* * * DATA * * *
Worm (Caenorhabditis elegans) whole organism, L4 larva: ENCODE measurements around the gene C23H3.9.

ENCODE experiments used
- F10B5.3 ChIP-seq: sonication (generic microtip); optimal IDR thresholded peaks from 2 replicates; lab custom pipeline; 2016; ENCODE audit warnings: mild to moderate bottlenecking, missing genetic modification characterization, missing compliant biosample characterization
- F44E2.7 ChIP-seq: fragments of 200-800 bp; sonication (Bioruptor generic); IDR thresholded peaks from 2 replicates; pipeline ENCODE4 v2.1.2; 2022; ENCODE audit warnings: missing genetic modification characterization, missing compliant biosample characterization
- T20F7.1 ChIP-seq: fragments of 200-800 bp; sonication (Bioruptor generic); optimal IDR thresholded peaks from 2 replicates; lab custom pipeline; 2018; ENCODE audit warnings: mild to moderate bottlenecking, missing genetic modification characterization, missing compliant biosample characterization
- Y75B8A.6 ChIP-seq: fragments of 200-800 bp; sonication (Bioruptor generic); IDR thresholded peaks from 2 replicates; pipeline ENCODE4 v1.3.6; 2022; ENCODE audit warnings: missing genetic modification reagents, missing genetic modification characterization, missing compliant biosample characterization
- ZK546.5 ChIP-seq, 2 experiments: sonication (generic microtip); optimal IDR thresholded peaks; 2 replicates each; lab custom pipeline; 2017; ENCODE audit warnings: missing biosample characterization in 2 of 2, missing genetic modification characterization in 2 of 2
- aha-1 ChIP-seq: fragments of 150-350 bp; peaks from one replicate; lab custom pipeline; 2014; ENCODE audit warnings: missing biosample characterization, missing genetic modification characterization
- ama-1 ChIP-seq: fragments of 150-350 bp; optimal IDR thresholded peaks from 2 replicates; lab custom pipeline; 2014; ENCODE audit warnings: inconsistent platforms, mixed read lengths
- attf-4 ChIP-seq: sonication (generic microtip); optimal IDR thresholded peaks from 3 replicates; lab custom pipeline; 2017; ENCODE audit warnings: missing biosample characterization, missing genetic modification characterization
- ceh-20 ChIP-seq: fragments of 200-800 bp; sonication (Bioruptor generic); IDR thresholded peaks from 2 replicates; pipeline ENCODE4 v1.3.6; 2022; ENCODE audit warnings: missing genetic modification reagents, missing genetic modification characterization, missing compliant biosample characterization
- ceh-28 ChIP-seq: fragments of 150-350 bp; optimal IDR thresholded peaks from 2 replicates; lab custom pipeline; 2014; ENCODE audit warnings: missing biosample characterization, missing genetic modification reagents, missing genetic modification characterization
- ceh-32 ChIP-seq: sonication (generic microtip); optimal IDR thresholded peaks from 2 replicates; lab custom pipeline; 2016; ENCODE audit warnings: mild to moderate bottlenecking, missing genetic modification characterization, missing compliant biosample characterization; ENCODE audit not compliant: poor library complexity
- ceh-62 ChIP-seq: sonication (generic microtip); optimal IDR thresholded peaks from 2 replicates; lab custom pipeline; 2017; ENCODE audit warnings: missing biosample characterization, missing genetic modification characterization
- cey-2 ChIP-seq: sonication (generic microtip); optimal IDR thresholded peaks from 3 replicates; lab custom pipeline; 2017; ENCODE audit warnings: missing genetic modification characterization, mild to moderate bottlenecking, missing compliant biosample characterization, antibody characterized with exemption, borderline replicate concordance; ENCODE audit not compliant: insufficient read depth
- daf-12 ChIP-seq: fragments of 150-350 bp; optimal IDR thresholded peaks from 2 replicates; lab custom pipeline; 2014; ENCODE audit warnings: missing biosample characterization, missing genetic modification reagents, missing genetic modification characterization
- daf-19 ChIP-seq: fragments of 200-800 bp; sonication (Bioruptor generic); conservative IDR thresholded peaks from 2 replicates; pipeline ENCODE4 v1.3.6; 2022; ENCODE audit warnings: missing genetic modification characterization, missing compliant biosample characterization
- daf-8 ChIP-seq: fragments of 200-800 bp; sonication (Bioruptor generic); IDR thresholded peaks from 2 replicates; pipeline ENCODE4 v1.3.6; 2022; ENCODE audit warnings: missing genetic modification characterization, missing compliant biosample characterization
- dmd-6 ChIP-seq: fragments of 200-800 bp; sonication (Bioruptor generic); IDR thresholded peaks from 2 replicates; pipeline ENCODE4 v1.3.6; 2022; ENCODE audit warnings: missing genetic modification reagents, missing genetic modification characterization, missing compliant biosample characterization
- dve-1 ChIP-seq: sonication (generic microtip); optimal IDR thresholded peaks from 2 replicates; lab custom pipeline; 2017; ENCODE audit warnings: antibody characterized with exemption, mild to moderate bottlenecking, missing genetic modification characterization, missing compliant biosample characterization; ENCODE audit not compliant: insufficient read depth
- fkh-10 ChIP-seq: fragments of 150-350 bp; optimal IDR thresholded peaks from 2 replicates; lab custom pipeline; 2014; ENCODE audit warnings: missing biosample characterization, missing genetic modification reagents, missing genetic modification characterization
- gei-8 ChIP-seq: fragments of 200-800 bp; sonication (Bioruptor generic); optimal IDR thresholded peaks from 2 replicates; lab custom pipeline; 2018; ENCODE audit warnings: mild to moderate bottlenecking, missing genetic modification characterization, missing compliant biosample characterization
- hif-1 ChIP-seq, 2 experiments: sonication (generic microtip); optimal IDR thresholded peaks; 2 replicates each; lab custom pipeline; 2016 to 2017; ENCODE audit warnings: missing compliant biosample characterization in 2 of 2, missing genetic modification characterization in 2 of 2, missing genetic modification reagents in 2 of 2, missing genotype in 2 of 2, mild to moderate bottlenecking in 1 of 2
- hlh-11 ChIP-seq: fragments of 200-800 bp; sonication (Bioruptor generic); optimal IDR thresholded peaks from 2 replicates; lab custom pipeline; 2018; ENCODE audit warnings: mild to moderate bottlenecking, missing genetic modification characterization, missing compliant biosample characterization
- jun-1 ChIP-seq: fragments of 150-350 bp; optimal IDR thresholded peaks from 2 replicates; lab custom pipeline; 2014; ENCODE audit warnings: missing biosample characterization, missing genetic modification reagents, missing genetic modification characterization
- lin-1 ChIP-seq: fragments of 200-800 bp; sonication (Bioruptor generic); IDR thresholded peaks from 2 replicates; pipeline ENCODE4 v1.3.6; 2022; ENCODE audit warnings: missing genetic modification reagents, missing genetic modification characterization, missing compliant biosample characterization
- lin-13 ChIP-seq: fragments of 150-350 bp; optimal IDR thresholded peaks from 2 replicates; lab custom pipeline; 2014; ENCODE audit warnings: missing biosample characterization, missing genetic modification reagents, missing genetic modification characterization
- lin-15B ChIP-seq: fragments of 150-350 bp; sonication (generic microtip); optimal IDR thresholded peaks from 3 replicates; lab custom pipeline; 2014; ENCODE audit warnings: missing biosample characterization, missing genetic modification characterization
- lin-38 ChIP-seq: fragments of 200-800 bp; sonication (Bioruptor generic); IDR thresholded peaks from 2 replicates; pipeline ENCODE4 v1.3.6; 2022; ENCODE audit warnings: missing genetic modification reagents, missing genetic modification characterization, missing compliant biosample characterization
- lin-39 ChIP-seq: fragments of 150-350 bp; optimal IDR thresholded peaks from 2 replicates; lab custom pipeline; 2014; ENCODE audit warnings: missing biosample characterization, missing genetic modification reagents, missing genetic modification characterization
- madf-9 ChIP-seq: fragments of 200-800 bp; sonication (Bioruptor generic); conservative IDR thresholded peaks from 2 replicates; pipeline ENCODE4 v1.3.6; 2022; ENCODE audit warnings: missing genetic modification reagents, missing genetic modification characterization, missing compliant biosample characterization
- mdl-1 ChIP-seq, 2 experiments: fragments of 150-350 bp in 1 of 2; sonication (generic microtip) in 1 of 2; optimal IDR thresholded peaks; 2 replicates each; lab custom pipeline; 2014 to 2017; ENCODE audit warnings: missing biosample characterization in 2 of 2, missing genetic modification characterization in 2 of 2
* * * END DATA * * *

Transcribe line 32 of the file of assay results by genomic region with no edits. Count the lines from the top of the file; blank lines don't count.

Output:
- mdl-1 ChIP-seq, 2 experiments: fragments of 150-350 bp in 1 of 2; sonication (generic microtip) in 1 of 2; optimal IDR thresholded peaks; 2 replicates each; lab custom pipeline; 2014 to 2017; ENCODE audit warnings: missing biosample characterization in 2 of 2, missing genetic modification characterization in 2 of 2